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An RCMP officer stands beside a decorated Christmas tree.

Lytton RCMP spreads holiday spirit with ‘Adopt an Elder’

Cst. Seamus O'Connell organized a holiday initiative with other members of the Lytton RCMP detachment in British Columbia to show appreciation to local Elders and seniors. Credit: RCMP


The Lytton RCMP detachment has organized an adopt-an-Elder initiative to spread cheer this holiday season. The initiative invites the community to give gifts to local Elders and seniors.

Lytton, B.C., which neighbours six Indigenous communities, is normally a hot bed for local events. But this year, the COVID-19 pandemic meant many activities couldn't happen.

"I've noticed a lot of seniors and Elders in the community are taking more precautions and not going out to socialize as much as they normally would," says Cst. Seamus O'Connell, an Indigenous Policing Services officer at the detachment, which serves about 2,000 people in Lytton and the surrounding area. "We wanted to share some positivity and happiness with everyone."

Police invited local Elders and seniors to visit the detachment and fill out a wish list. Other community members could visit to see a wish list before purchasing a gift and bringing it to the detachment to be wrapped and delivered.

The initiative is welcomed after the much-anticipated annual holiday celebration hosted by the Lytton First Nation had to be cancelled.

"Knowing that that wasn't happening this year, and a lot of people have been inside and not having a lot of social interactions, I wanted to do something to get the community involved and have them show respect and appreciation to our Elders," says O'Connell.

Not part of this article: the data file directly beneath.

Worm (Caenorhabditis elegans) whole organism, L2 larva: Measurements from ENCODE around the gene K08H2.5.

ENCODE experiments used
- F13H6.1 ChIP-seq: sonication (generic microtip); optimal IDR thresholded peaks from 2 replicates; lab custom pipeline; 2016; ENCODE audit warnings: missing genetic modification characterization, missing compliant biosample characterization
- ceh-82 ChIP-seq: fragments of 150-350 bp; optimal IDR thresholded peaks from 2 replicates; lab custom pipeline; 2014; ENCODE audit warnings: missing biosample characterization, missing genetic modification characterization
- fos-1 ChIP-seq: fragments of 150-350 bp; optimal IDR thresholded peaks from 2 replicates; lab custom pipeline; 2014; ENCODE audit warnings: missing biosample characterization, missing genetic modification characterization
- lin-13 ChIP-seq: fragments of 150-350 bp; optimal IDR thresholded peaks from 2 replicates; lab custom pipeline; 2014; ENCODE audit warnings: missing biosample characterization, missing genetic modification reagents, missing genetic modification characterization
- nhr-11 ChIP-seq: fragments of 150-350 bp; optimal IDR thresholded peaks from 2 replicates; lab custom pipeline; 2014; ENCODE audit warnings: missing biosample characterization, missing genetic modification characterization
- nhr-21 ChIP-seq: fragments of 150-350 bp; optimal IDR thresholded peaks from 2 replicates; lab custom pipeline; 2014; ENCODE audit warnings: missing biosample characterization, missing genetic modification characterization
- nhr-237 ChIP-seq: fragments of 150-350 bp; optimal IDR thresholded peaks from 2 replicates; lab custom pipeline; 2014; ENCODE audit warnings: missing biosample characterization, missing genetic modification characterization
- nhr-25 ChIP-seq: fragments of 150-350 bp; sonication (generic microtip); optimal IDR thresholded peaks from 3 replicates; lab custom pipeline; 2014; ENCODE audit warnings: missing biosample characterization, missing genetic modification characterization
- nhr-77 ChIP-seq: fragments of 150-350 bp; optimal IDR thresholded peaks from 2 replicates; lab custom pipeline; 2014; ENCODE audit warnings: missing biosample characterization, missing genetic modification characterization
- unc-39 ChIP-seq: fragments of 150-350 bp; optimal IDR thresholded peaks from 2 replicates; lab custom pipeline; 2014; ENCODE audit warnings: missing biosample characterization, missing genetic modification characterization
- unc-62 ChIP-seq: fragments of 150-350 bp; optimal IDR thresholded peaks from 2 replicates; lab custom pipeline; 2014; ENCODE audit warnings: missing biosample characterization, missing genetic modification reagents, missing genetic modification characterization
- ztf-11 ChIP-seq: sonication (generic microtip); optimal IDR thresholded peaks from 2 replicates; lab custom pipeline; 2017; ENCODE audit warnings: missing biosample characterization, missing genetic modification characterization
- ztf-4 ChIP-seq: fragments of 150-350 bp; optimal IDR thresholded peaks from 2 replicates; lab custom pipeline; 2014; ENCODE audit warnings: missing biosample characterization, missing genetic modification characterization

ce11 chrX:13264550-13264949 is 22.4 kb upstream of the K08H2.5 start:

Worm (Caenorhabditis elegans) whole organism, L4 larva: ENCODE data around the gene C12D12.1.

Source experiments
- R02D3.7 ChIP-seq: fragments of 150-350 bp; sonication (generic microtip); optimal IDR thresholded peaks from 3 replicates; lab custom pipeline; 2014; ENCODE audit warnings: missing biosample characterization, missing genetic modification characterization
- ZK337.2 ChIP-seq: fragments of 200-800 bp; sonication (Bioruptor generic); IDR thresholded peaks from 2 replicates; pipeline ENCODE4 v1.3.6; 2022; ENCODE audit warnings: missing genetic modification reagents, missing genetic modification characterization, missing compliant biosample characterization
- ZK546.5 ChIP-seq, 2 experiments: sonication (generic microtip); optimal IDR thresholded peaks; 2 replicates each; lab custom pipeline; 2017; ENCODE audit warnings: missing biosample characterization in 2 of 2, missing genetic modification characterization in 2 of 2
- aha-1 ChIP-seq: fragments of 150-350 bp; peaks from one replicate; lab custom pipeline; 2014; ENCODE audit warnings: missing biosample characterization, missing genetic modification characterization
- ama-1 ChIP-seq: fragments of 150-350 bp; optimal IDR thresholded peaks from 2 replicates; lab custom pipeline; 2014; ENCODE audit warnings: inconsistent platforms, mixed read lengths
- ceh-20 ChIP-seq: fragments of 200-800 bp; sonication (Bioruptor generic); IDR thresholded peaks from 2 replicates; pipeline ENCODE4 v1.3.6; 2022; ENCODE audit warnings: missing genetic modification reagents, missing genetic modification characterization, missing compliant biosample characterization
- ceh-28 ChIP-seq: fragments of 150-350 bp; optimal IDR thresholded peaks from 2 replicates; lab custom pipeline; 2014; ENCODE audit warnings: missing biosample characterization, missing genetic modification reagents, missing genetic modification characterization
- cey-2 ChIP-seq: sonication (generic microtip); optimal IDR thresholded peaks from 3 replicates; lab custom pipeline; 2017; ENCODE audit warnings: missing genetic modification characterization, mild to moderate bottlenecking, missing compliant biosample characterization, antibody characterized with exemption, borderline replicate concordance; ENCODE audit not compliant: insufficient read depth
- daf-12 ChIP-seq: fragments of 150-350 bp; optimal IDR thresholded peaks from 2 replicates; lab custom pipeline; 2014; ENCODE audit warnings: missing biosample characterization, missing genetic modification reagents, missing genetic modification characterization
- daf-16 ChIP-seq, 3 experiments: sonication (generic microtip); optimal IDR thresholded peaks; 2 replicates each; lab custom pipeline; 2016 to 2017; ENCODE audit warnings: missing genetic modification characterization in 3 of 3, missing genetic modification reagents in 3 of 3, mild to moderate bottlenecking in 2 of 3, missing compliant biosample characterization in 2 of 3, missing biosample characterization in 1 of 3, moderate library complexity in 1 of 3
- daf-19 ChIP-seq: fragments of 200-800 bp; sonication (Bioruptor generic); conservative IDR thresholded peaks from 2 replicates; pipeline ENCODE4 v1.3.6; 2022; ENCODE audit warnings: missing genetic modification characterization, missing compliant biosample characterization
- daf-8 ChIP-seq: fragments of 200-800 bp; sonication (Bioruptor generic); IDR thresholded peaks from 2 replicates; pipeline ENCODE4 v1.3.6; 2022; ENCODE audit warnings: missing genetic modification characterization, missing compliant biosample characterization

He also sent forms to each band office allowing Elders to complete a wish list without having to visit the detachment office.

"We can let them know we're still thinking about them even if they're staying home due to the pandemic," says O'Connell.

Adopt an Elder is just one way the RCMP gets involved in Lytton and the neighbouring towns. Officers regularly visit local schools to read with students and give public safety presentations, and participate in a variety of local events.

"This is our community as well," says Sgt. Curtis Davis, who led the detachment until late November. "Officers in the community live here and are involved in everything from sports teams and libraries to the Legion, local dinners and fundraisers."

Building strong relationships with the community helps officers in other aspects of their work as well.

"The Lytton community and the surrounding bands are very supportive of our work," says Davis. "They're very willing to give us a call or approach us in the coffee shop and share information with us."

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